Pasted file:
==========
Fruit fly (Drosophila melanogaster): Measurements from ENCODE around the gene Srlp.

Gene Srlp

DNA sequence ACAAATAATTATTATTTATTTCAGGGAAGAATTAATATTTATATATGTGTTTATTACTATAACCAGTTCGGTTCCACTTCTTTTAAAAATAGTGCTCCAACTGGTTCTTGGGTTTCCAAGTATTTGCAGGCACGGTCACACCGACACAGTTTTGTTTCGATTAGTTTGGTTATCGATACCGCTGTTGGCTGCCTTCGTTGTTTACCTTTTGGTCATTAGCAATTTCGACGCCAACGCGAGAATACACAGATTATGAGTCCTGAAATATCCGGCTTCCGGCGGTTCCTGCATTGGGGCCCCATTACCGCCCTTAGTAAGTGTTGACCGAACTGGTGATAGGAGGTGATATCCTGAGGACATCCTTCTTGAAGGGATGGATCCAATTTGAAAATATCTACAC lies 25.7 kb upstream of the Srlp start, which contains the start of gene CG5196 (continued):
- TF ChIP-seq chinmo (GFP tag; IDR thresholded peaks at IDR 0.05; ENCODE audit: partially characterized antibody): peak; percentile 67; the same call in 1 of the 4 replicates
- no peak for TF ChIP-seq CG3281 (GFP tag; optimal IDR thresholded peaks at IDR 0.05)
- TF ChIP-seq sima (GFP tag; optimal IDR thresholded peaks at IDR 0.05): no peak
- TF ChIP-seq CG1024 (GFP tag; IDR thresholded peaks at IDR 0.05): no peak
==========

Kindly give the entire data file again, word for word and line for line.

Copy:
Fruit fly (Drosophila melanogaster): Measurements from ENCODE around the gene Srlp.

Gene Srlp

DNA sequence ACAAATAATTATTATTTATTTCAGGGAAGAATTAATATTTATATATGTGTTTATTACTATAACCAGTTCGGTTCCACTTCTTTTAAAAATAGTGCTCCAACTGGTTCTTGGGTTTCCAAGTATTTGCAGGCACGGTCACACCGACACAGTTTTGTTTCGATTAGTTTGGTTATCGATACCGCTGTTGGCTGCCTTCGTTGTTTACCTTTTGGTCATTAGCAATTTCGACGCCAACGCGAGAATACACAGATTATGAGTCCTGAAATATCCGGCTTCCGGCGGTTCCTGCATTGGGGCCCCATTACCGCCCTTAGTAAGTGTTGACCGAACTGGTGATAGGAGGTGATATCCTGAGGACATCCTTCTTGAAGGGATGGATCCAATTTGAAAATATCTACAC lies 25.7 kb upstream of the Srlp start, which contains the start of gene CG5196 (continued):
- TF ChIP-seq chinmo (GFP tag; IDR thresholded peaks at IDR 0.05; ENCODE audit: partially characterized antibody): peak; percentile 67; the same call in 1 of the 4 replicates
- no peak for TF ChIP-seq CG3281 (GFP tag; optimal IDR thresholded peaks at IDR 0.05)
- TF ChIP-seq sima (GFP tag; optimal IDR thresholded peaks at IDR 0.05): no peak
- TF ChIP-seq CG1024 (GFP tag; IDR thresholded peaks at IDR 0.05): no peak